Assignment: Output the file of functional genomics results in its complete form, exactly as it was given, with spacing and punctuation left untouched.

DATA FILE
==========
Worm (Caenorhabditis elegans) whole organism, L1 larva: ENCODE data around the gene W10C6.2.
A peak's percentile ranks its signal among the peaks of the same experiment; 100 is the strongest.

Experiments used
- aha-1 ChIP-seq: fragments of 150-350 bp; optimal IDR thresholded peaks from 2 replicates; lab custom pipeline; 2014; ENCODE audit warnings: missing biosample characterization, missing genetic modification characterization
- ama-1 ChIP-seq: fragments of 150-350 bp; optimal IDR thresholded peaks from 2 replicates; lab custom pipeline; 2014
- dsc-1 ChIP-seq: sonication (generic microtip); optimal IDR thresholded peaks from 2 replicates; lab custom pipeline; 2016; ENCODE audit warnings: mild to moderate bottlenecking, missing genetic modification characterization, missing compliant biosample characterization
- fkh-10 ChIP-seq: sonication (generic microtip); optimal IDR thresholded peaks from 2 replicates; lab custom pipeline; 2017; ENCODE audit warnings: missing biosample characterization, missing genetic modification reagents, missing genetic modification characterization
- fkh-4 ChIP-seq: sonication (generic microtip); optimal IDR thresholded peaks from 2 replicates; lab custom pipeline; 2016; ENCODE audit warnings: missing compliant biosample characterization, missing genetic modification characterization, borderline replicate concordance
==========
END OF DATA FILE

Worm (Caenorhabditis elegans) whole organism, L1 larva: ENCODE data around the gene W10C6.2.
A peak's percentile ranks its signal among the peaks of the same experiment; 100 is the strongest.

Experiments used
- aha-1 ChIP-seq: fragments of 150-350 bp; optimal IDR thresholded peaks from 2 replicates; lab custom pipeline; 2014; ENCODE audit warnings: missing biosample characterization, missing genetic modification characterization
- ama-1 ChIP-seq: fragments of 150-350 bp; optimal IDR thresholded peaks from 2 replicates; lab custom pipeline; 2014
- dsc-1 ChIP-seq: sonication (generic microtip); optimal IDR thresholded peaks from 2 replicates; lab custom pipeline; 2016; ENCODE audit warnings: mild to moderate bottlenecking, missing genetic modification characterization, missing compliant biosample characterization
- fkh-10 ChIP-seq: sonication (generic microtip); optimal IDR thresholded peaks from 2 replicates; lab custom pipeline; 2017; ENCODE audit warnings: missing biosample characterization, missing genetic modification reagents, missing genetic modification characterization
- fkh-4 ChIP-seq: sonication (generic microtip); optimal IDR thresholded peaks from 2 replicates; lab custom pipeline; 2016; ENCODE audit warnings: missing compliant biosample characterization, missing genetic modification characterization, borderline replicate concordance